UMMS Affiliation

Program in Bioinformatics and Integrative Biology; Department of Medicine, Division of Infectious Diseases and Immunology

Publication Date


Document Type



Amino Acids, Peptides, and Proteins | Bioinformatics | Cancer Biology | Computational Biology | Diagnosis | Genomics | Immunology and Infectious Disease | Neoplasms | Nucleic Acids, Nucleotides, and Nucleosides | Viruses


Epstein Barr virus (EBV) is the etiologic agent involved in numerous human cancers. After infecting the host, EBV establishes a latent infection, with low levels of messenger RNA (mRNA) and protein expression, evolved to evade immune recognition. Conversely, EBV microRNAs (miRNA) are expressed ubiquitously and abundantly within infected cells. Their role in tumor biology and clinical outcomes across the spectrum of cancer is not fully explained. Here, we applied our bioinformatics pipeline for quantitative EBV miRNA detection to examine sequencing data of 8,955 individual tumor samples across 27 tumor types representing the breadth of cancer. We uncover an association of intermediate levels of viral miRNA with decreased survival in adult acute myeloid leukemia (AML) patients (P = 0.00013). Prognostic modeling of this association suggests that increased EBV miRNA levels represent an independent risk factor for poor patient outcomes. Furthermore, we explore differences in expression between elevated and absent viral miRNA loads in adult AML tumors finding that EBV positivity was associated with proinflammatory signals. Together, given no associations were found for pediatric AML, our analyses suggests EBV positivity has the potential for being a prognostic biomarker and might represent a surrogate measure related to immune impairment in adult patients.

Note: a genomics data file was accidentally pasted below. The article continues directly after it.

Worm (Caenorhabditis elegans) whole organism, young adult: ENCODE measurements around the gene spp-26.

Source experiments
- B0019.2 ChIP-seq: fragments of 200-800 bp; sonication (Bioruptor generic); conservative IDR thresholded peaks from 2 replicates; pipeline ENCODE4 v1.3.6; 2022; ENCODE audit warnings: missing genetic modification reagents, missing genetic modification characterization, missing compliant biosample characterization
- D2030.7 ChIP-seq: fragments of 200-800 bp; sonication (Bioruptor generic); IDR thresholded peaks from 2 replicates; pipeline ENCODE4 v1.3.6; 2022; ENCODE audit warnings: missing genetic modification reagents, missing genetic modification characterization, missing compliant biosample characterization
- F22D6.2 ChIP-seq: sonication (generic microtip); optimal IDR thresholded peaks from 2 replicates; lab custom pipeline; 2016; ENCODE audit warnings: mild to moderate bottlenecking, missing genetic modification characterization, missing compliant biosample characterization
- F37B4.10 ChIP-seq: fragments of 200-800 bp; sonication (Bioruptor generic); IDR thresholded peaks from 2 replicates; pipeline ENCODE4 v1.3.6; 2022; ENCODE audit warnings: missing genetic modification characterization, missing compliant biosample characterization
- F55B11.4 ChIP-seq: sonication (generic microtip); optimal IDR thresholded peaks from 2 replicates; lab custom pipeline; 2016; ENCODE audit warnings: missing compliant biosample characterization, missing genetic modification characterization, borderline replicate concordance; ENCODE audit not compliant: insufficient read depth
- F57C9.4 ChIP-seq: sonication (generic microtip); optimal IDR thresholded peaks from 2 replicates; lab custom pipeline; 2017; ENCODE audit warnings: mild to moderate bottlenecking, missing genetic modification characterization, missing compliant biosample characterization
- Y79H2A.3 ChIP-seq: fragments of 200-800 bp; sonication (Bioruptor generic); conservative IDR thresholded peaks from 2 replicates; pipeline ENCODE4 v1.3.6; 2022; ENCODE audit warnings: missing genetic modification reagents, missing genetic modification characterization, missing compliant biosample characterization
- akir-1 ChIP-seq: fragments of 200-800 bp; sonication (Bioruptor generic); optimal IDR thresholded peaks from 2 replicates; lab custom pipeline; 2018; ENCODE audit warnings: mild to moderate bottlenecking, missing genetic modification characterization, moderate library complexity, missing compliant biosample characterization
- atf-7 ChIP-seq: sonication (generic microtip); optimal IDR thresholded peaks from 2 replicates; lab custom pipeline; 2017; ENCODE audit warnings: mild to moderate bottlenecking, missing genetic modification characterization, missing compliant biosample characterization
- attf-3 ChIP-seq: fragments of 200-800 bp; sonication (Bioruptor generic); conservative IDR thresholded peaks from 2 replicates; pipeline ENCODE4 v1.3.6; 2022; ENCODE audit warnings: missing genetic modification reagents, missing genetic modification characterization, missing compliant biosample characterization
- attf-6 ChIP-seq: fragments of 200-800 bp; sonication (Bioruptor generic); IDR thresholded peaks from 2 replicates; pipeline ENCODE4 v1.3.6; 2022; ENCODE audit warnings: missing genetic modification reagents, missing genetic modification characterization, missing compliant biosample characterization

Cancer genomics, Data mining, UMCCTS funding

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Copyright © The Author(s) 2019. Open Access: This article is licensed under a Creative Commons Attribution 4.0 International License, which permits use, sharing, adaptation, distribution and reproduction in any medium or format, as long as you give appropriate credit to the original author(s) and the source, provide a link to the Creative Commons license, and indicate if changes were made. The images or other third party material in this article are included in the article’s Creative Commons license, unless indicated otherwise in a credit line to the material. If material is not included in the article’s Creative Commons license and your intended use is not permitted by statutory regulation or exceeds the permitted use, you will need to obtain permission directly from the copyright holder. To view a copy of this license, visit

DOI of Published Version



Sci Rep. 2019 Dec 30;9(1):20321. doi: 10.1038/s41598-019-56472-1. Link to article on publisher's site

Journal/Book/Conference Title

Scientific reports

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PubMed ID


Creative Commons License

Creative Commons Attribution 4.0 License
This work is licensed under a Creative Commons Attribution 4.0 License.